"But it was an important decision. Not an easy decision to make. Because you know, when you say 'yes,' there is death.
"And death is very tough. Very tough. There is a lot of weight on this kind of decision."
A 'tipping point' in North Korea
If his Syria decision was "tough," those yet to be made on North Korea and its nuclear weapons sound absolutely nightmarish.
Trump hopes for a diplomatic solution, he says, while bracing himself for something worse.
"North Korea weighs on me, but we have to be prepared for the worst," he says. "We have to be prepared to do what we have to do. We cannot allow this to go on."
He describes North Korean leader Kim Jong Un as "very threatening ... saying terrible things. And people can't do that."
On the other hand, he has nothing but praise for Chinese President Xi Jinping, especially Xi's efforts to prevent conflict involving its erstwhile ally, North Korea.
Trump says he has pressed the Chinese leader to use his influence to halt any further North Korean tests of nuclear warheads and ballistic missiles that could, one day, threaten the United States.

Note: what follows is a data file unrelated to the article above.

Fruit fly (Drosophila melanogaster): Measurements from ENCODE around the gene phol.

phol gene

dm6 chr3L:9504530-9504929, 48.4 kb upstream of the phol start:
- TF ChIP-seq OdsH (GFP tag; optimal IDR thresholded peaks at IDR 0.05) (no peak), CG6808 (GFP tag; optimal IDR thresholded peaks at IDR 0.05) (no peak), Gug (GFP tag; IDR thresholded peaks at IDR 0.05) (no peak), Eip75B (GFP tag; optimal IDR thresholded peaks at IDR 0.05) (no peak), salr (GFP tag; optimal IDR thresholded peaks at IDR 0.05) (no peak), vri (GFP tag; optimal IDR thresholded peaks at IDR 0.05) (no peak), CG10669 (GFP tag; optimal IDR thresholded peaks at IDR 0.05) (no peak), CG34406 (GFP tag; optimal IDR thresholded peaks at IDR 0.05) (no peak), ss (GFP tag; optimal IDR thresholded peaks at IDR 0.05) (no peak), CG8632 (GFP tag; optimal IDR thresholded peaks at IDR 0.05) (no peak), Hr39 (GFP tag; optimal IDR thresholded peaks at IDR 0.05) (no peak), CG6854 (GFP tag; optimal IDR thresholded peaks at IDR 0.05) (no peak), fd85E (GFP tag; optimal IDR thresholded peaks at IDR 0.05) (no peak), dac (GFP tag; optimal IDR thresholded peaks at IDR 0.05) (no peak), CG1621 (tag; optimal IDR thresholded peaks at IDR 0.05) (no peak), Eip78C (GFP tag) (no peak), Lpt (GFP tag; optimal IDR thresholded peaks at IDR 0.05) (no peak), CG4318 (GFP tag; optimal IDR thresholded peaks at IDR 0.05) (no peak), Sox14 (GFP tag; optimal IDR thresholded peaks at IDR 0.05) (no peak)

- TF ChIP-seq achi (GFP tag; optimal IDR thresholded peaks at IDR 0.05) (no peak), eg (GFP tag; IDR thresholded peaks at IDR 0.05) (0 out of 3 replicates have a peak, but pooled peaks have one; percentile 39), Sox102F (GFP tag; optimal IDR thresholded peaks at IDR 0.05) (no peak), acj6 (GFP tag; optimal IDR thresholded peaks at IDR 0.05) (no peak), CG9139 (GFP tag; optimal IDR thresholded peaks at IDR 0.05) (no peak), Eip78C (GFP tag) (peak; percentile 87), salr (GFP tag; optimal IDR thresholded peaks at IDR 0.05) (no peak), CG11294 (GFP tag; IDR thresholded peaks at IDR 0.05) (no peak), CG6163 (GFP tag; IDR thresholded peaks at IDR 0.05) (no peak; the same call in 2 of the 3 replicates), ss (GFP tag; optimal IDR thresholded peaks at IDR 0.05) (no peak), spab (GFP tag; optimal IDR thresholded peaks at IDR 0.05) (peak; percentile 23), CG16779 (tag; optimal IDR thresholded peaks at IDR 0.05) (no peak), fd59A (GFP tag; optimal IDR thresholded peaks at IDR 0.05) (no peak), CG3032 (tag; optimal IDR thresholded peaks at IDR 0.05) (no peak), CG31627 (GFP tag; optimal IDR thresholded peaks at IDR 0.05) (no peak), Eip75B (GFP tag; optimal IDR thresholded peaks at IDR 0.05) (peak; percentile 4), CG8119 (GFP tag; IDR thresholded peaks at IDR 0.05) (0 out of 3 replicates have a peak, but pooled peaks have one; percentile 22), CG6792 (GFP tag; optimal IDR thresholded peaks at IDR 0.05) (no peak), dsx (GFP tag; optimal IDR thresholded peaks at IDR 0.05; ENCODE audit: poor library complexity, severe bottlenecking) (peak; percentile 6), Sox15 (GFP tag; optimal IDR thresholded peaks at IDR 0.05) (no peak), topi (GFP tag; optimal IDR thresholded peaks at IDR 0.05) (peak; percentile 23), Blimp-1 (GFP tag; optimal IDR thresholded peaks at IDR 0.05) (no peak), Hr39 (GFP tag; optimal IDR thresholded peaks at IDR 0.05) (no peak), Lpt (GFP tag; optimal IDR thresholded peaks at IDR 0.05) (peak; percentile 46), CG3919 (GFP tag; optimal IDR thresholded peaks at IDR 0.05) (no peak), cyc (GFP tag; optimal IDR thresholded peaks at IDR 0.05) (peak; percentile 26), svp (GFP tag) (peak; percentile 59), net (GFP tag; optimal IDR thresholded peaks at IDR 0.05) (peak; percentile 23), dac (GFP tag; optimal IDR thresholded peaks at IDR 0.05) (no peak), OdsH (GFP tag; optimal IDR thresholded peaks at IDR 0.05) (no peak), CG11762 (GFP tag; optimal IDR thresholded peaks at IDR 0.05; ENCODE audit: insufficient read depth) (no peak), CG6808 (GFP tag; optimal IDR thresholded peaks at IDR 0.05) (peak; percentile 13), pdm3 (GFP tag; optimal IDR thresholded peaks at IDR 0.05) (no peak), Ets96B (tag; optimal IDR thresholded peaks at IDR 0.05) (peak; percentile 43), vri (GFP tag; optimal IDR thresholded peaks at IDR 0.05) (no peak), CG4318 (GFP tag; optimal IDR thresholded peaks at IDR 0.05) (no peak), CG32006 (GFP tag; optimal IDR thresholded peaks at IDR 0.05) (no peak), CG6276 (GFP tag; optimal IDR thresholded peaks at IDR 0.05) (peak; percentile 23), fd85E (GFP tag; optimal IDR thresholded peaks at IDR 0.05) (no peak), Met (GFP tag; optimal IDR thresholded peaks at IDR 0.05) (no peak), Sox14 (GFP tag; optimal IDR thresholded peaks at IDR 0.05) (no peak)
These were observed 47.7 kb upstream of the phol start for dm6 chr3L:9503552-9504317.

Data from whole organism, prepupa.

Clearly, he sees Xi as a friend and an asset when it comes to dealing with North Korea. Yet, the relationship sounds deeper, more personal, too — a stark contrast with the presidential campaign, when he frequently cited China as a currency-manipulating rival.
His meeting with the Chinese leader at Trump's Florida retreat, Mar-a-Lago, seems to have changed the dynamic between them.
"President XI of China, who I think is a very good person, wants the best for his people," he says. "... I think he is a fantastic person. Now, maybe he won't do anything for the United States or maybe he will. But I think he is a very good person, and my opinion of that won't change.
"So when I met him at Mar-a-Lago, which is a dealmakers paradise, and we sat in that living room, in these big beautiful chairs, and we sat there, it was supposed to be a 10-minute one-on-one, then we go into a breakout room where we have 40 people — 40 people, you know, 40 each — and that was going to be the whole day."
But Trump recounts being told by Stephen Schwarzman, CEO of the global private-equity firm Blackstone, "that President Xi is a great guy and, if you could, get to know him one-on-one [rather] than sitting in the big breakout room.
"So we sat for 10 minutes, but the 10 minutes turned out to be three hours."